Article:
While not yet at a stage where they are widely configurable by end users the vision behind them has the potential both to make data analysis much more straightforward for experimental scientist but also to solve many of the problems involved in sharing process, as opposed to data. The idea of visually wiring up online or local analysis tools to enable data processing pipelines is compelling. The reason most experimental scientists use spreadsheets for data analysis is that they do not wish to learn programming languages. Providing visual programming tools along with services with clearly defined inputs and outputs will make it possible for a much wider range of scientists to use more sophisticated and poweful analysis tools. What is more the ability to share, version, and attribute, workflows will go some significant distance towards solving the problem of sharing process. Services like MyExperiment which provide an environment for sharing and versioning Taverna workflows provide a natural way of sharing the details of exactly how a specific analysis is carried out. Along with an electronic notebook to record each specific use of a given workflow or analysis procedure (which can be achieved automatically though an API) the full details of the raw data, analysis procedure, and any specific parameters used, can be recorded. This combination offers a potential route out of the serious problem of sharing research processes if the appropriate support infrastructure can be built up.
Also critical to successful sharing is a shared language or vocabulary. The development of ontologies, controlled vocabularies, and design standards are all important in sharing knowledge and crucial to achieving the ulitmate goals of making this knowledge machine readable. While there are divisions in the technical development and user communities over the development and use of controlled vocabularies there is little disagreement over the fact that good vocabularies combined with good tools are useful. The disagreements tend to lie in how they are best developed, when they should be applied, and whether they are superior to or complementary to other approaches such as text mining and social tagging. An integrated and mixed approach to the use of controlled vocabularies and standards is the most likely to be successful. In particular it is important to match the degree of structure in the description to the natural degree of structure in the object or objects being described. Highly structured and consistent data types, such as crystal structures and DNA sequences, can benefit greatly from highly structured descriptions which are relatively straightforward to create, and in many cases are the standard outputs of an analysis process. For large scale experimental efforts the scale of the data and sample management problem makes an investment in detailed and structured desriptions worth while. In a small laboratory doing unique work, however, there may be a strong case for using local descriptions and vocabularies that are less rigorous but easier to apply and able to grow to fit the changing situation on the ground. Ideally designed in such a way that mapping onto an external vocabulary is feasible if it is required or useful in the future.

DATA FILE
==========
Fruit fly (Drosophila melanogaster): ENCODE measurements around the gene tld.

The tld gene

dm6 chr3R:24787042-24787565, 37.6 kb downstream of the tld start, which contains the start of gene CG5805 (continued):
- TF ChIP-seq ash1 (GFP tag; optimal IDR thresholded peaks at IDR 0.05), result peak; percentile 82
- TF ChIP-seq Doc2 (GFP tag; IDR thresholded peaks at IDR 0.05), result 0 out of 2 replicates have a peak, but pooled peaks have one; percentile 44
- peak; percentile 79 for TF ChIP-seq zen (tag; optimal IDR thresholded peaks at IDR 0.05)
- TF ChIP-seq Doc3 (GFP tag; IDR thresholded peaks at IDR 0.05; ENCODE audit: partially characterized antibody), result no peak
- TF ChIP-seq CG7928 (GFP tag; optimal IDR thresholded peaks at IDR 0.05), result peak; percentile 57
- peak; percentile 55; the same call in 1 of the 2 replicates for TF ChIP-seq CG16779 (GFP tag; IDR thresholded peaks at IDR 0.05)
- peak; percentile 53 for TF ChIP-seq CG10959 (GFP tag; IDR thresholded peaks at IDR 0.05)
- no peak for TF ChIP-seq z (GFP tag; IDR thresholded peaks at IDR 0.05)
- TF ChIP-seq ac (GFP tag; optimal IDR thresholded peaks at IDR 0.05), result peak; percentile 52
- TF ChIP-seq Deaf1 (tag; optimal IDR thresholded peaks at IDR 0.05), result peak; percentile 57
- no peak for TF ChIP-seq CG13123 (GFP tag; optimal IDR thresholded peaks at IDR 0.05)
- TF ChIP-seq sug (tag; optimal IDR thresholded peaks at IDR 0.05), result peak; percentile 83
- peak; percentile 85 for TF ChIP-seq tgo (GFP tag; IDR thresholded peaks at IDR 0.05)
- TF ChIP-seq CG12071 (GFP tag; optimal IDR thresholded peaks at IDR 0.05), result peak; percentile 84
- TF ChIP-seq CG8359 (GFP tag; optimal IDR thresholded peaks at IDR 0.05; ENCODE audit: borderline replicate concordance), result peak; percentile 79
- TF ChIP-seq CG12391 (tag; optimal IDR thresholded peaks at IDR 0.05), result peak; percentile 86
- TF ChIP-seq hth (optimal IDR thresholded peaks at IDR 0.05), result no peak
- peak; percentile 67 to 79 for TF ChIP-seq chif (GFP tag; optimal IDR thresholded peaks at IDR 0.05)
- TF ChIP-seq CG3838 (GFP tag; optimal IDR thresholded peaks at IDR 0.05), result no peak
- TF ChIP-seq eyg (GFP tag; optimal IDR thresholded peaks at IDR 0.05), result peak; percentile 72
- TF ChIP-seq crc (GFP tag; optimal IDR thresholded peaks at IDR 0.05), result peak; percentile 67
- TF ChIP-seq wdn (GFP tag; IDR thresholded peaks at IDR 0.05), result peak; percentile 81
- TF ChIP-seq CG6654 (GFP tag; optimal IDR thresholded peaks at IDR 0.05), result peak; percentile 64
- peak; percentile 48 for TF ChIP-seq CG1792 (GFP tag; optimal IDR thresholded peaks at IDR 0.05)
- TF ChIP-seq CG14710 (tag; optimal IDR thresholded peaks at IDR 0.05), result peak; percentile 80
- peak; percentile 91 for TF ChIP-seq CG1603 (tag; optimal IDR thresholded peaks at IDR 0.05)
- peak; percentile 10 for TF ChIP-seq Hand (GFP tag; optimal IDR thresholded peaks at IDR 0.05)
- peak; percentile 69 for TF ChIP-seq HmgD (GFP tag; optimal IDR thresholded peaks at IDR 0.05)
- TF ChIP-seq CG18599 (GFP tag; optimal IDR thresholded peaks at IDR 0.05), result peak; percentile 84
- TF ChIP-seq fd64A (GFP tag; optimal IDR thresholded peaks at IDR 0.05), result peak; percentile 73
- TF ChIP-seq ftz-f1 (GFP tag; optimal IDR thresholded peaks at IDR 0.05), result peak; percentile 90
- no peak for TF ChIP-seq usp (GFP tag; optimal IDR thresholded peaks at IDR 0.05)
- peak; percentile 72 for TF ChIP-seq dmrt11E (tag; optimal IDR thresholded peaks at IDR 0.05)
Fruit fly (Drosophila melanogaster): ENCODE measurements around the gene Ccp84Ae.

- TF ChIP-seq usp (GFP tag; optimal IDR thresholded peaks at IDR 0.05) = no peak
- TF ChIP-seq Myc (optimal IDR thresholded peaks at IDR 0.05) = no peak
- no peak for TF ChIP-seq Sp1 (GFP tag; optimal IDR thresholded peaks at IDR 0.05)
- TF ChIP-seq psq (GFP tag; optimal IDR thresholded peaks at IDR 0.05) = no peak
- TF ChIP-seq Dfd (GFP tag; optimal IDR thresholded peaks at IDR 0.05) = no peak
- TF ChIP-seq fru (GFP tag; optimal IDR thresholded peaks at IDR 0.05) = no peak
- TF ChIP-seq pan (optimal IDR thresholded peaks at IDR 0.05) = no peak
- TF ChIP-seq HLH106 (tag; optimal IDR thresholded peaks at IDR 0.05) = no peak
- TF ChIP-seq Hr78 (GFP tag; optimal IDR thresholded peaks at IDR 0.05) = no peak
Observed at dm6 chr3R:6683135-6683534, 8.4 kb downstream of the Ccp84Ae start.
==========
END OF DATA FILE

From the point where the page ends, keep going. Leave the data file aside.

Making all of this work requires that researchers adopt these tools and that a community develops that is big enough to provide the added value that these tools might deliver. For a broad enough community to adopt these approaches the tools must fit well in their existing workflow and help to deliver the things that researchers are already motivated to produce. For most researchers, published papers are the measure of their career success and the basis of their reward structures. Therefore tools that make it easier to write papers, or that help researchers to write better papers, are likely to get traction. As the expectations of the quality and completeness of supporting data increase for published papers, tools that make it easier for the researcher to collate and curate the record of their research will become important. It is the process of linking the record of what happened in the laboratory, or study, to the first pass intepretation and analysis of data, through further rounds of analysis until a completed version is submitted for review, that is currently poorly supported by available tools, and it is this need that will drive the development of improved tools. These tools will enable the disparate elements of the record of research, currently scattered between paper notebooks, various data files on multiple hard drives, and unconnected electronic documents, to be chained together. Once this record is primarily electronic, and probably stored online in a web based system, the choice to make the record public at any stage from the moment the record is made to the point of publication, will be available. The reason to link this to publication is to tie it into an existing workflow in the first instance. Once the idea is embedded the steps involved in making the record even more open are easily taken.
Part III covers social issues around Open Science.